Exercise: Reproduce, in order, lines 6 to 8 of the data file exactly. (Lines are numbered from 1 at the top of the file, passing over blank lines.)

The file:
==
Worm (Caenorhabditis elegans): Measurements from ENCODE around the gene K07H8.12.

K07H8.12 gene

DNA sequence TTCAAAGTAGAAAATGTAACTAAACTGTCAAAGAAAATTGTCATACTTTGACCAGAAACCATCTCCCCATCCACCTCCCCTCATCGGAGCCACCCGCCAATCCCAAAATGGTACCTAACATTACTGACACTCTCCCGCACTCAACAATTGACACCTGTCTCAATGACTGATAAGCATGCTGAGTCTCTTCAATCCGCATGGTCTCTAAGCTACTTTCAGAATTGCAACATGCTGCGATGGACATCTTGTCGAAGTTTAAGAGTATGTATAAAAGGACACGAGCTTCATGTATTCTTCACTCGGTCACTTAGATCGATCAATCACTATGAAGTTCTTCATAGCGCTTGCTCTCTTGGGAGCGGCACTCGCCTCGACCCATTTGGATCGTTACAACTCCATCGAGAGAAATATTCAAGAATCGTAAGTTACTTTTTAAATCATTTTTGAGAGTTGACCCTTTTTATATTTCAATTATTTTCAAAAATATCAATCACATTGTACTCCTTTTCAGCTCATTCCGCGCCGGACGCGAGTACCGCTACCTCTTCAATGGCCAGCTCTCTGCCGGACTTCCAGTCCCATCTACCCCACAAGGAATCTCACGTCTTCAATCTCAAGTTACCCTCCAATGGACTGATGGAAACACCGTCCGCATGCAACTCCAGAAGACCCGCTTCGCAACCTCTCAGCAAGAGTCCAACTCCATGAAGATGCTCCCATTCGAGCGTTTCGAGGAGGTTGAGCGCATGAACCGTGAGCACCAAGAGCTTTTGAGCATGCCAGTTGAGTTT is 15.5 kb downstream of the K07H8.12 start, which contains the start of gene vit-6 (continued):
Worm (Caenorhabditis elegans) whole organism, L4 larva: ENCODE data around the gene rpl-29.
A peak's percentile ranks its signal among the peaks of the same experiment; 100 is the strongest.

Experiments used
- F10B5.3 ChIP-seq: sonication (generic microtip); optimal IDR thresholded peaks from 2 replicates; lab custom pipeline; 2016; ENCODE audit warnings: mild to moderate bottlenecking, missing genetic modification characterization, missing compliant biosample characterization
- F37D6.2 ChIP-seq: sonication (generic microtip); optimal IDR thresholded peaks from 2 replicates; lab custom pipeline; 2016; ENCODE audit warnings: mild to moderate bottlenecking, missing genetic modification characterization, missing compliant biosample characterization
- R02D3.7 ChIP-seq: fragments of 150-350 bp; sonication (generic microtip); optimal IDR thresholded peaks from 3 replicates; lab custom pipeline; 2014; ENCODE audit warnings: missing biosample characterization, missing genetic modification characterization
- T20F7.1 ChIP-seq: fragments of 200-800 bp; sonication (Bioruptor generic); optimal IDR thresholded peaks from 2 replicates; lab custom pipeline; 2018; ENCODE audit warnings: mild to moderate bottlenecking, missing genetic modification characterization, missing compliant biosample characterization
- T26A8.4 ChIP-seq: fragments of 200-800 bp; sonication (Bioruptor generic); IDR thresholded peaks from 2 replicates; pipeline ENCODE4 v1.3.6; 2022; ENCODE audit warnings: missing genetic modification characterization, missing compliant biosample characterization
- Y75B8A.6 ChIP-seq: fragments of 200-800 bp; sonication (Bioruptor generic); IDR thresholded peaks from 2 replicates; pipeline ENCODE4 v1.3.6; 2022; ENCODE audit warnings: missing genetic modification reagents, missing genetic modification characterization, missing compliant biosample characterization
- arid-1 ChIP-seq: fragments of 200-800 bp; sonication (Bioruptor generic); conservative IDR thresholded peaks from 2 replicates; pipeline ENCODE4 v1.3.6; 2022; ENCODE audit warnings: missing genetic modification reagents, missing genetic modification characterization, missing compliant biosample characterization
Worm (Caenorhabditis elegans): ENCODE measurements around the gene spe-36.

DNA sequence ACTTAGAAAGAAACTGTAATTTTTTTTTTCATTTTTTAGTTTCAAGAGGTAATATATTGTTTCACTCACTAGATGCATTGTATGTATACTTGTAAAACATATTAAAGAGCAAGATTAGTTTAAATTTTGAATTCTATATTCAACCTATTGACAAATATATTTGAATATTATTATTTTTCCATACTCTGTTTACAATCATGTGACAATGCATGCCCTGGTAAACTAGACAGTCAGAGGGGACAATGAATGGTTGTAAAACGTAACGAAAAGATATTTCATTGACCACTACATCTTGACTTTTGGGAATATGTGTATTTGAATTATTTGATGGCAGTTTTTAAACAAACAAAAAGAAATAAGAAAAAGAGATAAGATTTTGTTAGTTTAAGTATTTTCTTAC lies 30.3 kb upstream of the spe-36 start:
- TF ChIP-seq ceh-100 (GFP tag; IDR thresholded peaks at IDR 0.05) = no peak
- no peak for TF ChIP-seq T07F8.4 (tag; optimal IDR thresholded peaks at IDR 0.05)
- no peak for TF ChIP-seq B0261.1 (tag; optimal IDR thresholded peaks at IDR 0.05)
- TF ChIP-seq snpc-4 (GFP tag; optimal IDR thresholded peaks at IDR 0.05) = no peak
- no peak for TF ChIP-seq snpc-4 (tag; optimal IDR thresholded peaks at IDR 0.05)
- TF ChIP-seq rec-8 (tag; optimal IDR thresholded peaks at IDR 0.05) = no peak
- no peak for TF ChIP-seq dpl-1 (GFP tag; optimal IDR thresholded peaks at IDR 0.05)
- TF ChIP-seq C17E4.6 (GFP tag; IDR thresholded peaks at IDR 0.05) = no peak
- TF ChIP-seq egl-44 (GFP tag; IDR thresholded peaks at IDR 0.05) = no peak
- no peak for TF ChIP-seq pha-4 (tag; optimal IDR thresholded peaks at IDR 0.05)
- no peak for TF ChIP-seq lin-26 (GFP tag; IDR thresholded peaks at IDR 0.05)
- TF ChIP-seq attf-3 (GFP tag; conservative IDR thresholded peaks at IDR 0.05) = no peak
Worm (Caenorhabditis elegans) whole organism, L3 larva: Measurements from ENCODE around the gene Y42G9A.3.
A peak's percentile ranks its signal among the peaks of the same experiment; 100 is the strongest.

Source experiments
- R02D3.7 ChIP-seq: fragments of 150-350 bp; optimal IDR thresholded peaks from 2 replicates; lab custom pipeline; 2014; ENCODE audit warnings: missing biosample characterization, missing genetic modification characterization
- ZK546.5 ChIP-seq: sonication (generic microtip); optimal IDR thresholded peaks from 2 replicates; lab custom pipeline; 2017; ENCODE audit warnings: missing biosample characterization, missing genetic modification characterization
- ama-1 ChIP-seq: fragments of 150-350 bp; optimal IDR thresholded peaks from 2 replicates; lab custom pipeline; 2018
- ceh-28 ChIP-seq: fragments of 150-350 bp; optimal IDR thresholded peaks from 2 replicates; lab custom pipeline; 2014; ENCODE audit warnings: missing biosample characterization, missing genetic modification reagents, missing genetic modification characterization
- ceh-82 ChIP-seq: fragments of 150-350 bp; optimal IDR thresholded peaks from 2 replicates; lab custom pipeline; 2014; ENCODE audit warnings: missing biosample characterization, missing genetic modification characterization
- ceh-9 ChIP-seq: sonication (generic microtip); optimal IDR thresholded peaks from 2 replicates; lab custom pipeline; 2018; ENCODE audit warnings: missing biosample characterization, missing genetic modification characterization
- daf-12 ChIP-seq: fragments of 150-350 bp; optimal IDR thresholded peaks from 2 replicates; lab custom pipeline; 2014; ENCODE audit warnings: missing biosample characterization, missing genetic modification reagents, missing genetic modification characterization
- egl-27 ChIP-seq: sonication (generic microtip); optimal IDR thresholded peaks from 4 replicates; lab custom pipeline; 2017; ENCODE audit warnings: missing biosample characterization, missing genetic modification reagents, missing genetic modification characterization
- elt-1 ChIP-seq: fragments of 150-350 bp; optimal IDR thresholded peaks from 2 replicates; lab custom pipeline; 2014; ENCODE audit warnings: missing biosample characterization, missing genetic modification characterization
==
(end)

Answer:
Experiments used
- F10B5.3 ChIP-seq: sonication (generic microtip); optimal IDR thresholded peaks from 2 replicates; lab custom pipeline; 2016; ENCODE audit warnings: mild to moderate bottlenecking, missing genetic modification characterization, missing compliant biosample characterization
- F37D6.2 ChIP-seq: sonication (generic microtip); optimal IDR thresholded peaks from 2 replicates; lab custom pipeline; 2016; ENCODE audit warnings: mild to moderate bottlenecking, missing genetic modification characterization, missing compliant biosample characterization